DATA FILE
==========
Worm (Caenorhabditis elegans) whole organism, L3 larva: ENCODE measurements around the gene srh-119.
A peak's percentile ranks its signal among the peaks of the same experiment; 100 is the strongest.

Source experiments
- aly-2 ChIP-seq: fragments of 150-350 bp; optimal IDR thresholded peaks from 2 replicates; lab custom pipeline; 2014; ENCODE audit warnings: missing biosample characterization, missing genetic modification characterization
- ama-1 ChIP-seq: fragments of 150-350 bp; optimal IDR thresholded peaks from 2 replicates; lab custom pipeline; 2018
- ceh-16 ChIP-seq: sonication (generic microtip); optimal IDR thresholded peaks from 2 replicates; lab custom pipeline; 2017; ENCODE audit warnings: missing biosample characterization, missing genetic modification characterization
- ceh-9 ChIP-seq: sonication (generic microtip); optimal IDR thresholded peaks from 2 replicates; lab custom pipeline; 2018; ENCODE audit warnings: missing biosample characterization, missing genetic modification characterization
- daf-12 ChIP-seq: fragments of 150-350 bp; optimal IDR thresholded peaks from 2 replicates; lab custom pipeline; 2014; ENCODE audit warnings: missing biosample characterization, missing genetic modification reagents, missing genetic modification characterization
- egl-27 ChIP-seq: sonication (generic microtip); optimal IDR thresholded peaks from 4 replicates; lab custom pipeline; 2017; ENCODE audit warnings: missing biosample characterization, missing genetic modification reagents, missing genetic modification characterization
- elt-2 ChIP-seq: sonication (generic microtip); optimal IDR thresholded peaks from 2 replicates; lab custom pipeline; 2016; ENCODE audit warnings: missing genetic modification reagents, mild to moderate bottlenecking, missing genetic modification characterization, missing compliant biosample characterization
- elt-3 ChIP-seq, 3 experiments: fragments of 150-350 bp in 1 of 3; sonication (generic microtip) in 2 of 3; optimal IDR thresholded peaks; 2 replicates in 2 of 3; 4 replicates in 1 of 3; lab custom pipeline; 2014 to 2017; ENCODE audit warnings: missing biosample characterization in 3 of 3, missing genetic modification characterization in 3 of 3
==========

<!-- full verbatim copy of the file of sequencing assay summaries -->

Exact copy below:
Worm (Caenorhabditis elegans) whole organism, L3 larva: ENCODE measurements around the gene srh-119.
A peak's percentile ranks its signal among the peaks of the same experiment; 100 is the strongest.

Source experiments
- aly-2 ChIP-seq: fragments of 150-350 bp; optimal IDR thresholded peaks from 2 replicates; lab custom pipeline; 2014; ENCODE audit warnings: missing biosample characterization, missing genetic modification characterization
- ama-1 ChIP-seq: fragments of 150-350 bp; optimal IDR thresholded peaks from 2 replicates; lab custom pipeline; 2018
- ceh-16 ChIP-seq: sonication (generic microtip); optimal IDR thresholded peaks from 2 replicates; lab custom pipeline; 2017; ENCODE audit warnings: missing biosample characterization, missing genetic modification characterization
- ceh-9 ChIP-seq: sonication (generic microtip); optimal IDR thresholded peaks from 2 replicates; lab custom pipeline; 2018; ENCODE audit warnings: missing biosample characterization, missing genetic modification characterization
- daf-12 ChIP-seq: fragments of 150-350 bp; optimal IDR thresholded peaks from 2 replicates; lab custom pipeline; 2014; ENCODE audit warnings: missing biosample characterization, missing genetic modification reagents, missing genetic modification characterization
- egl-27 ChIP-seq: sonication (generic microtip); optimal IDR thresholded peaks from 4 replicates; lab custom pipeline; 2017; ENCODE audit warnings: missing biosample characterization, missing genetic modification reagents, missing genetic modification characterization
- elt-2 ChIP-seq: sonication (generic microtip); optimal IDR thresholded peaks from 2 replicates; lab custom pipeline; 2016; ENCODE audit warnings: missing genetic modification reagents, mild to moderate bottlenecking, missing genetic modification characterization, missing compliant biosample characterization
- elt-3 ChIP-seq, 3 experiments: fragments of 150-350 bp in 1 of 3; sonication (generic microtip) in 2 of 3; optimal IDR thresholded peaks; 2 replicates in 2 of 3; 4 replicates in 1 of 3; lab custom pipeline; 2014 to 2017; ENCODE audit warnings: missing biosample characterization in 3 of 3, missing genetic modification characterization in 3 of 3